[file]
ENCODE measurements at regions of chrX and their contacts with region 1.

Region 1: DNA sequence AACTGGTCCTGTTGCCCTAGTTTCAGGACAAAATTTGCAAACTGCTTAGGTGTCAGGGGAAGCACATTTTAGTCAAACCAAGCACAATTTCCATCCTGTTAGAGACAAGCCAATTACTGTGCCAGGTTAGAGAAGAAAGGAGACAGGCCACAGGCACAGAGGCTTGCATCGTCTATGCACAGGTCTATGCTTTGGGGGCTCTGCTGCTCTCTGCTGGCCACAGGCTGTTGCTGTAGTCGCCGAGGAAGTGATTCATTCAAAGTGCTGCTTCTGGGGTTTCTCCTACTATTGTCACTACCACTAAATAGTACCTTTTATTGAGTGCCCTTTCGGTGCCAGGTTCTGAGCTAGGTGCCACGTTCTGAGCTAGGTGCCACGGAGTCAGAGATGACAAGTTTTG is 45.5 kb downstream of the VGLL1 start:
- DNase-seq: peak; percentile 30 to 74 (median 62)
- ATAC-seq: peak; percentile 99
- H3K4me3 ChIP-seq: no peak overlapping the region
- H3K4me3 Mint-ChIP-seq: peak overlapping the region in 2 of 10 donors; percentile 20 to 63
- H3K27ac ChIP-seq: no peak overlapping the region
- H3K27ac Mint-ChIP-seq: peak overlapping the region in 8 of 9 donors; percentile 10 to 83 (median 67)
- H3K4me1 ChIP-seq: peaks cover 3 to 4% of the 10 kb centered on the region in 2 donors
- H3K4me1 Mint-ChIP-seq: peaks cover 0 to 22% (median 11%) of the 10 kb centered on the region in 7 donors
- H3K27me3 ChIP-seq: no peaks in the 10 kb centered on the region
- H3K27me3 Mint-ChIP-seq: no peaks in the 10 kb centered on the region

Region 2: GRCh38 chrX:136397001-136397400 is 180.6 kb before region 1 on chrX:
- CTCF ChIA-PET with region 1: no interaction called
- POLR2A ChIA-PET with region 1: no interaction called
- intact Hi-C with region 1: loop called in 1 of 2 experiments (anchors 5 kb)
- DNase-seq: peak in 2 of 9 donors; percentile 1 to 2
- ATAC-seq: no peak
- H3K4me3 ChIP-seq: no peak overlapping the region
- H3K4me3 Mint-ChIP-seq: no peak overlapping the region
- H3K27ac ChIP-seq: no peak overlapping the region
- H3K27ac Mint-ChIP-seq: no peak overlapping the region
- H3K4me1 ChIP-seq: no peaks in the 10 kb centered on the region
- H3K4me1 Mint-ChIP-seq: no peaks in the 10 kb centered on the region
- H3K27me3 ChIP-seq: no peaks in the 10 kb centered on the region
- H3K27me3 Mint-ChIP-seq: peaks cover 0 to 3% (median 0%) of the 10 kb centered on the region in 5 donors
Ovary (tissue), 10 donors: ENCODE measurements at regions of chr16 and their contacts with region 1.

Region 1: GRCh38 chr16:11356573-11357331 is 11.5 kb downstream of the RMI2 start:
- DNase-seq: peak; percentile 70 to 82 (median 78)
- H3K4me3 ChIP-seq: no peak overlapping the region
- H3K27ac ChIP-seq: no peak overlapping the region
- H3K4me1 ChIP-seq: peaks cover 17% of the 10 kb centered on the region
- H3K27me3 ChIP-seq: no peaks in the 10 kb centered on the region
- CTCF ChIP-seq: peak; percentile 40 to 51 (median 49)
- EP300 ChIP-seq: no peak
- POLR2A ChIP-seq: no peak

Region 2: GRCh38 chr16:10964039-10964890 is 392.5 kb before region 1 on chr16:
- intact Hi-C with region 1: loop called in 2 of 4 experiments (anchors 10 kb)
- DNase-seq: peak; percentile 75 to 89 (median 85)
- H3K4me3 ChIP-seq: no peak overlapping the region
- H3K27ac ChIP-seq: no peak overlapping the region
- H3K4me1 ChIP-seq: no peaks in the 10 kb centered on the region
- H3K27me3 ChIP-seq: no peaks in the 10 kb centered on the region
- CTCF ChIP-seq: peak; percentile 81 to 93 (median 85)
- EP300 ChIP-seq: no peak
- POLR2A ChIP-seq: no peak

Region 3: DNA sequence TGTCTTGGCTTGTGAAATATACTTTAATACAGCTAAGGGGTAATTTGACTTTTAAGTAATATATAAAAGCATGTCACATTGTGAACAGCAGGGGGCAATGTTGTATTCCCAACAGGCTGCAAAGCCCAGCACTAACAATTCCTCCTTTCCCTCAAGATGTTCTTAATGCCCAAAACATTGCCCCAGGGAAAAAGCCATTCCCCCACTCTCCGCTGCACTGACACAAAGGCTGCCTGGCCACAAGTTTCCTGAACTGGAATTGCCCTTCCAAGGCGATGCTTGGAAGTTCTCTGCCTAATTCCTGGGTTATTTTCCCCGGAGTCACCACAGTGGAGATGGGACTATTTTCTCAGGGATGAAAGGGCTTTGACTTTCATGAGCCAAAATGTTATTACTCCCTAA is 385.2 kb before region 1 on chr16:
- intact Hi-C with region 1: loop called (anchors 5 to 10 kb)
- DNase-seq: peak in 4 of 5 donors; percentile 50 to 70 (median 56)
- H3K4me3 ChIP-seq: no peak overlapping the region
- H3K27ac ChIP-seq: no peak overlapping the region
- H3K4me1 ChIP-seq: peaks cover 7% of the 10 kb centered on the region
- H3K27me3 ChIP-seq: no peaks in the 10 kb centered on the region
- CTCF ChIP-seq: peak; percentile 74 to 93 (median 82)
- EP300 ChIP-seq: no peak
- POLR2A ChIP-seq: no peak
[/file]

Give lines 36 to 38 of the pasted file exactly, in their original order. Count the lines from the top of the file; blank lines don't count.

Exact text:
- POLR2A ChIP-seq: no peak

Region 2: GRCh38 chr16:10964039-10964890 is 392.5 kb before region 1 on chr16:
- intact Hi-C with region 1: loop called in 2 of 4 experiments (anchors 10 kb)